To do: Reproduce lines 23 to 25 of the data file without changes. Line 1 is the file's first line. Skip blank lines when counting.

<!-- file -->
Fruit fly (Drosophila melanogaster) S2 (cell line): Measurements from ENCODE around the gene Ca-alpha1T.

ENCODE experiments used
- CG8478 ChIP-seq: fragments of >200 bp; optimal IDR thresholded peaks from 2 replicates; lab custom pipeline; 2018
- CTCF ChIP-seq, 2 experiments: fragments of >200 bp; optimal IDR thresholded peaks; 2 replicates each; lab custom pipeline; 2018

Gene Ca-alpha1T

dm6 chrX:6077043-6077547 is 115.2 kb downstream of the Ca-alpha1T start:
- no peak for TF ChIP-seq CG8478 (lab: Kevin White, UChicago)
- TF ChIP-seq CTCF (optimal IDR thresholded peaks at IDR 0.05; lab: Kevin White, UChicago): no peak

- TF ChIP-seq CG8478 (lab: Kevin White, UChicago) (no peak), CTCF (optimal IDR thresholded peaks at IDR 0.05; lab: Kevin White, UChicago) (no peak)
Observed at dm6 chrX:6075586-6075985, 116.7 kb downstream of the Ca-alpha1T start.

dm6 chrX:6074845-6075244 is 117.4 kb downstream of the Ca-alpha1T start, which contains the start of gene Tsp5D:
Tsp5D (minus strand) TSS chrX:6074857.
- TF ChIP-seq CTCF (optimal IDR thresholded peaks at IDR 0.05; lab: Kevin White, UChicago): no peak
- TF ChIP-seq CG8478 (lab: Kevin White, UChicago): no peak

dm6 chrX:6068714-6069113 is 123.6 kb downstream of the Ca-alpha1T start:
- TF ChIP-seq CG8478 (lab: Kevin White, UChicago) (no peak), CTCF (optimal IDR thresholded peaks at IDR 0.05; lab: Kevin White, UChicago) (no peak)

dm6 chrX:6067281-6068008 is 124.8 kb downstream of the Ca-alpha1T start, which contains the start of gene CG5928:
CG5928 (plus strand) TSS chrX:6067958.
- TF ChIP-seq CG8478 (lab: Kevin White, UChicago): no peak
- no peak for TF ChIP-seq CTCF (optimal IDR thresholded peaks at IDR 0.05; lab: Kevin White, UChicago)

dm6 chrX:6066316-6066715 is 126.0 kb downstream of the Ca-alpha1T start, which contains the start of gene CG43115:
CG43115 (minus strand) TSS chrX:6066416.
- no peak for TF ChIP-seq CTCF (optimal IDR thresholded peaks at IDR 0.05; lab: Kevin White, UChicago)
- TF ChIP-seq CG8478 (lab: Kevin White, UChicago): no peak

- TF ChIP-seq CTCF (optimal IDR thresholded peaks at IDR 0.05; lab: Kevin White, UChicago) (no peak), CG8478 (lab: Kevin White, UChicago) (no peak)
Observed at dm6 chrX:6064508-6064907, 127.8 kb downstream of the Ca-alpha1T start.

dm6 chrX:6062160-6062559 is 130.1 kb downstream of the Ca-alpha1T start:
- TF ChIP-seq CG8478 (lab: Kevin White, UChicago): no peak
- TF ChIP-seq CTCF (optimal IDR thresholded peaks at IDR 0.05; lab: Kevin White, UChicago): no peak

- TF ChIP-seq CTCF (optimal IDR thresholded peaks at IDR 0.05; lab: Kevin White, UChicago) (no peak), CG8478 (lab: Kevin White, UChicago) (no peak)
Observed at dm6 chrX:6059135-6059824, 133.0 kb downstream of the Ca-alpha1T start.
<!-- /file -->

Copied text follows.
- no peak for TF ChIP-seq CTCF (optimal IDR thresholded peaks at IDR 0.05; lab: Kevin White, UChicago)
- TF ChIP-seq CG8478 (lab: Kevin White, UChicago): no peak

- TF ChIP-seq CTCF (optimal IDR thresholded peaks at IDR 0.05; lab: Kevin White, UChicago) (no peak), CG8478 (lab: Kevin White, UChicago) (no peak)